On Sunday the 24th of September, Tim finally succeeded in his life’s ambition to get Tom to drink coffee. The Seattle City4All Hackathon was a whirlwind experience, preceded by late nights writing code and generating data, consisting of more late nights writing code and generating data, and culminating in a celebratory beer and a red-eye flight back to Detroit. Our eyes were certainly red.
Organized by the City of Seattle, the Hackathon aimed to generate ideas to make Seattle a city that is safe and accessible for people of all ages. The event brought together local council members and stakeholders, NGOs focused on aging populations, and data and computer scientists of all ages and backgrounds. We were invited to attend to act as mentors following the recent acceptance of our paper “Evaluating urban accessibility: Leveraging open-source data and analytics to overcome existing limitations” in Environment and Planning: Urban Analytics and City Science.
The aim of our project was to develop an interactive web-based visualization to aid urban decision-makers and planners regarding how to allocate social service funding within a city. You can check this out here. Although this is a proof of concept, it is part of a wider initiative led by our collaborators at UChicago on visualizing spatial data to inform planning and help reduce inequity in access. We were hosted by the City of Seattle in their super cool building, with light and bright rooms and great catering! The view from the balcony during the evening was awesome.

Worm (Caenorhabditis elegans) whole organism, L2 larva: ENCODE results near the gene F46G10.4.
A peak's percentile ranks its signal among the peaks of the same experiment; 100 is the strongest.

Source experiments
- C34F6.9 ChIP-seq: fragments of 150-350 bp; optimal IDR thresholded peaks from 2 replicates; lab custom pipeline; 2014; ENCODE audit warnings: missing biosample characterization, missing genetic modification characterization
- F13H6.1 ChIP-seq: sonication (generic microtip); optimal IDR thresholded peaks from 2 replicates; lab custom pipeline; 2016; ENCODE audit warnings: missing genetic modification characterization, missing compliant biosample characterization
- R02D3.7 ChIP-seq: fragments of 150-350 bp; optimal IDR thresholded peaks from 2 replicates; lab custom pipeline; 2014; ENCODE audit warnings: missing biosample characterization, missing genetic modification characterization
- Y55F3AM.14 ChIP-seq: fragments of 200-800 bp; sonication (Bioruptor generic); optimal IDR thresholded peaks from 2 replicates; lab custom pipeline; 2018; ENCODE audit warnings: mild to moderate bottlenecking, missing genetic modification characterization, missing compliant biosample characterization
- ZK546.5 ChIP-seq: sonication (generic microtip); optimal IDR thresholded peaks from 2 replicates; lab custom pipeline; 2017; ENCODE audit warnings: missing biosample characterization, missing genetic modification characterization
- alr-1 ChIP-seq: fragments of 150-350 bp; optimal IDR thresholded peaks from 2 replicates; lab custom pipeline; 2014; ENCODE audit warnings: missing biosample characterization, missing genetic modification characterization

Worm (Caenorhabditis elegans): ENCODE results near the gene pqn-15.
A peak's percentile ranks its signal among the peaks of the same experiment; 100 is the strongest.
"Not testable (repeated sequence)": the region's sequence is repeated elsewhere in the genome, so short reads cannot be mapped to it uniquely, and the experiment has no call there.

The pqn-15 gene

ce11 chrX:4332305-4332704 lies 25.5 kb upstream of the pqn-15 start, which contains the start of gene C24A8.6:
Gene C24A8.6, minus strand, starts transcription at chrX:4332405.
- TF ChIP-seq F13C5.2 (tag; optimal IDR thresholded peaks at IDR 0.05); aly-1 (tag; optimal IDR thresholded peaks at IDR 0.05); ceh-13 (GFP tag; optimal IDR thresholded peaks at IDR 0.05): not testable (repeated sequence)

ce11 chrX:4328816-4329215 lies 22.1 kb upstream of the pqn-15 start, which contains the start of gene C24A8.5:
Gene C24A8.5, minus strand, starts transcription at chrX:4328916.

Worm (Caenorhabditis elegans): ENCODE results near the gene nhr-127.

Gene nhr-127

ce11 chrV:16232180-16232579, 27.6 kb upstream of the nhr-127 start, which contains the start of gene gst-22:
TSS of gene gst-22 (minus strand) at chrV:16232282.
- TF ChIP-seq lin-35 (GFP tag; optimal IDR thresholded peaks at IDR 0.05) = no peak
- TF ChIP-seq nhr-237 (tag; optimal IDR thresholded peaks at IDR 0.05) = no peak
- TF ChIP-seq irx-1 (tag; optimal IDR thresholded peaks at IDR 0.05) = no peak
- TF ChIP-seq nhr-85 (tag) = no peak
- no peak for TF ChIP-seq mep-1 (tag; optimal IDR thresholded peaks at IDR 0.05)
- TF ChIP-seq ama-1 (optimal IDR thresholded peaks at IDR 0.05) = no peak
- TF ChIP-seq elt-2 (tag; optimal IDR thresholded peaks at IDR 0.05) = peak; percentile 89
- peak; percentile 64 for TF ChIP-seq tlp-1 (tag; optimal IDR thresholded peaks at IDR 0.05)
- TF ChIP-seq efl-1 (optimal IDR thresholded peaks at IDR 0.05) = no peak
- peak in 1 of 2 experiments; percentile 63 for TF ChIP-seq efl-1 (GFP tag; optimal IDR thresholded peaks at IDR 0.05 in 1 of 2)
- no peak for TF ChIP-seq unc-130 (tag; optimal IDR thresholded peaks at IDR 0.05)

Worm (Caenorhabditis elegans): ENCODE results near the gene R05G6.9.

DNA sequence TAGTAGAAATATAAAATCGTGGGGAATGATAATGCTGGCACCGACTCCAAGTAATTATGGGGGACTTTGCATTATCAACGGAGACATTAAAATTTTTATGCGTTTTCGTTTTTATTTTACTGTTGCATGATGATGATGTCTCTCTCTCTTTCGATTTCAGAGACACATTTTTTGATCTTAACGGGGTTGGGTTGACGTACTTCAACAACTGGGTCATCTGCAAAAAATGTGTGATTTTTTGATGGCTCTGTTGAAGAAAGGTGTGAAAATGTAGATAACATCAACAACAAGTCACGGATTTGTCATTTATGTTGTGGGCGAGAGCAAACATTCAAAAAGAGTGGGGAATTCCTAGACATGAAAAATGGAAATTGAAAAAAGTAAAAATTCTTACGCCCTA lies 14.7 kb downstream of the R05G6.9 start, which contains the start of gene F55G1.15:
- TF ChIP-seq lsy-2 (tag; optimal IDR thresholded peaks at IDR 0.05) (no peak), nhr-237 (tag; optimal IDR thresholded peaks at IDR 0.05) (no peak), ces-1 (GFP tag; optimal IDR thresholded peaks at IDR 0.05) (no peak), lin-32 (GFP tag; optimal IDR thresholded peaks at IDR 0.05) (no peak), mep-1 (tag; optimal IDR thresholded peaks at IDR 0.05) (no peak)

The event began with a reception and “pitching session”, where we pitched our project to the participants, with the goal being to recruit people into our team. This was an interesting experience, and somewhat similar to presenting research at a conference. With the feeling of competition in the air, we put our salesman hats on and set out to recruit the biggest and best team possible.
Our team included Henry Kendall (incidentally an IOE alumn from the 90s), Aaron Brown, Kidus Sendeke, Andy Zhu, Rock Pereira, and Yes Segura. We made for an eclectic mix of ages and backgrounds. The speed at which we had to get to know them, understand their strengths, and manage the team made our introductions and albeit brief union a special one.
We have to thank our off-site co-mentors. Nicole Marwell, School of Social Service Administration, and Julia Koschinsky (with Logan Noel), Center for Spatial Data Science at the University of Chicago. Special thanks to Julia who was and is the brains of the project and the impetus for the trip. She’s really cool.
Also, thanks to the City of Seattle for hosting us. It was an awesome experience and one we really threw ourselves into. We were exhausted by the end!
Scatter plots with coloured bands for the distribution.
If your institution won't break down barriers for you, do it yourself.